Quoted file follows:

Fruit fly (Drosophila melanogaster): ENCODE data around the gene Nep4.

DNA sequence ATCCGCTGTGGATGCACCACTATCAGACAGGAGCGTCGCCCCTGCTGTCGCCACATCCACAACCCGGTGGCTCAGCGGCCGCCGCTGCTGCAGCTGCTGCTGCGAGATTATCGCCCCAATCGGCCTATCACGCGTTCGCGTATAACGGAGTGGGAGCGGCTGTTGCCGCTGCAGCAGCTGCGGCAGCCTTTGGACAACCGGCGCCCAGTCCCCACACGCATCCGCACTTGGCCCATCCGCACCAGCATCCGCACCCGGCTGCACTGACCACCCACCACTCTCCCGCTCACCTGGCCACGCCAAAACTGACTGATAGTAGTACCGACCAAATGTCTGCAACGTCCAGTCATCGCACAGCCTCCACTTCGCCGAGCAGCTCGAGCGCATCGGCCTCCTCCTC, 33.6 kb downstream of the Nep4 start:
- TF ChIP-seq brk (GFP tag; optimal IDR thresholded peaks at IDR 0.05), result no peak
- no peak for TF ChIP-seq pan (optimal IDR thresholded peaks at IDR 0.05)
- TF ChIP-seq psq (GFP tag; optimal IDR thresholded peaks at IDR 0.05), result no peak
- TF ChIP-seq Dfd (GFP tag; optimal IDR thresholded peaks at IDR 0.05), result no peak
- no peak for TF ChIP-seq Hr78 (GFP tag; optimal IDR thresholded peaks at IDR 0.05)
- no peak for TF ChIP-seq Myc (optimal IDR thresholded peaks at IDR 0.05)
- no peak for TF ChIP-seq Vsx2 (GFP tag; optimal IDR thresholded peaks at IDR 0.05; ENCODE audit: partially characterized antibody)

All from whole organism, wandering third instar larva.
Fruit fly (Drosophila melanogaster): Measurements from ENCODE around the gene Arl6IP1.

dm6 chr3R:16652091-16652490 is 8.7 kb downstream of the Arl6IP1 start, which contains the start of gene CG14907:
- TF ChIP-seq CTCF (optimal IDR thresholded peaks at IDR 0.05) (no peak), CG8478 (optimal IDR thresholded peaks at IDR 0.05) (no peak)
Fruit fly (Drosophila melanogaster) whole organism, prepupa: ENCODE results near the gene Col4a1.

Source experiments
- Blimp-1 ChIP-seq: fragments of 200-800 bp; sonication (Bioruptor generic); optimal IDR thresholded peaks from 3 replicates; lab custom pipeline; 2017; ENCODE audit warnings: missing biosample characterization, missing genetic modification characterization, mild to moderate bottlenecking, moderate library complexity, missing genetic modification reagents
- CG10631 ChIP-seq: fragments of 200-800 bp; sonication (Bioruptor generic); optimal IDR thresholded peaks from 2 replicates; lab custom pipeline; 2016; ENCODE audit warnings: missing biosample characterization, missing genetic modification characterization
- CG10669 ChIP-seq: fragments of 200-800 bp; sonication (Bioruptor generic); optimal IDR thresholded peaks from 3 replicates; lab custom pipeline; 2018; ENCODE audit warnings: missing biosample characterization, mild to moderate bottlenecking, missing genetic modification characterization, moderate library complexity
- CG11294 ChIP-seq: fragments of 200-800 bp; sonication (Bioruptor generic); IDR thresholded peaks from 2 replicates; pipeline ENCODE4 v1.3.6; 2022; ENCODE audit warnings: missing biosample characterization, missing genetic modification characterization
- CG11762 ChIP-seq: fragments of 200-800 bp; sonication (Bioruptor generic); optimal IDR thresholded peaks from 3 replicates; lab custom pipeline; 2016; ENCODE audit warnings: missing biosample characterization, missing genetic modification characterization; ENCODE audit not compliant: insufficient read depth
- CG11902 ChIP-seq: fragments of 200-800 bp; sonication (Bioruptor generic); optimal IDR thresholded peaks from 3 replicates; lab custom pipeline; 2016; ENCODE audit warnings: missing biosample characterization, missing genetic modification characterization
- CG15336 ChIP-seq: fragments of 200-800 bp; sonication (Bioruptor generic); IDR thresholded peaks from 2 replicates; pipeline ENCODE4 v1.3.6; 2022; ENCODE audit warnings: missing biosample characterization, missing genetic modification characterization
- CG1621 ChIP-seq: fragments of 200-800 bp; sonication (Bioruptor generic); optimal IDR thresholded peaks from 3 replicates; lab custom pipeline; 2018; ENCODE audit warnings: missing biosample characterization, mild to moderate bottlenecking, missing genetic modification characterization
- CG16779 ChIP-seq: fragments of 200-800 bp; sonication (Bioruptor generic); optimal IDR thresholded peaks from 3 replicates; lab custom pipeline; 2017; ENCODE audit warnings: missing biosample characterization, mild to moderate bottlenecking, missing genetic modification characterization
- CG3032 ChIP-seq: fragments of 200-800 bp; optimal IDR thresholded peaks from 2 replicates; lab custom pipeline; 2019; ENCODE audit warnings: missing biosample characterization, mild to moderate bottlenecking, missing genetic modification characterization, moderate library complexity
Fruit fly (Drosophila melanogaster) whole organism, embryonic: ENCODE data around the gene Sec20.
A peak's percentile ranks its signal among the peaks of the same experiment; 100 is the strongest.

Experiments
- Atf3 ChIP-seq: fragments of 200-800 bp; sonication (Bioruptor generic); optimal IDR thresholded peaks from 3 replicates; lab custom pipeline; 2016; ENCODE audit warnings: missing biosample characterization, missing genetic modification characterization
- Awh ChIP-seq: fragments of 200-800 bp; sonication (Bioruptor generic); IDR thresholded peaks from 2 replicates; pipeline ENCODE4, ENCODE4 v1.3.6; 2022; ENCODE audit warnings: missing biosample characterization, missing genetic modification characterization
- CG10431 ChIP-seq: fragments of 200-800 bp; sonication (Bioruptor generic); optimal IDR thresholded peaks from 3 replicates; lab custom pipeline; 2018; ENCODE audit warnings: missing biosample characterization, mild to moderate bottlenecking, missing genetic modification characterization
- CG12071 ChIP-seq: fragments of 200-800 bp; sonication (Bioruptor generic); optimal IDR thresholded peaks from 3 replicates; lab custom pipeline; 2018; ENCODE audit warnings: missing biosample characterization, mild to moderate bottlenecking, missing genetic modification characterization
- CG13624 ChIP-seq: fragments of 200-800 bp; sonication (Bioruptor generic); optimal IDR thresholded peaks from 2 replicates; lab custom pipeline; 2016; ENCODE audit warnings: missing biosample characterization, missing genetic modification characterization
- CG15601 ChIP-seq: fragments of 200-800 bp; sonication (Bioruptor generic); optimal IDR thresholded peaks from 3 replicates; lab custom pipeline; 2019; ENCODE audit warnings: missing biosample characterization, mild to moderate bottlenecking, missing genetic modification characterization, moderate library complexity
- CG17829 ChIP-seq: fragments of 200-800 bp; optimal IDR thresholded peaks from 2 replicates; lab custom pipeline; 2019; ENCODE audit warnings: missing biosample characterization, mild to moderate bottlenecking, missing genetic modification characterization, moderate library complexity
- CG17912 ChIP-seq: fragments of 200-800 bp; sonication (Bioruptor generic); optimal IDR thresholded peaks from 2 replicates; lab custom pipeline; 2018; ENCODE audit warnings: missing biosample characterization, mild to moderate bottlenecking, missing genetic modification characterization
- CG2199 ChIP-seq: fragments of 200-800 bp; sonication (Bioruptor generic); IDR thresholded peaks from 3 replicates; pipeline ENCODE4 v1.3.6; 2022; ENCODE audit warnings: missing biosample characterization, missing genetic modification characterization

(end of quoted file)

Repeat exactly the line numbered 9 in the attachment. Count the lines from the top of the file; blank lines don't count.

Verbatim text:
- no peak for TF ChIP-seq Vsx2 (GFP tag; optimal IDR thresholded peaks at IDR 0.05; ENCODE audit: partially characterized antibody)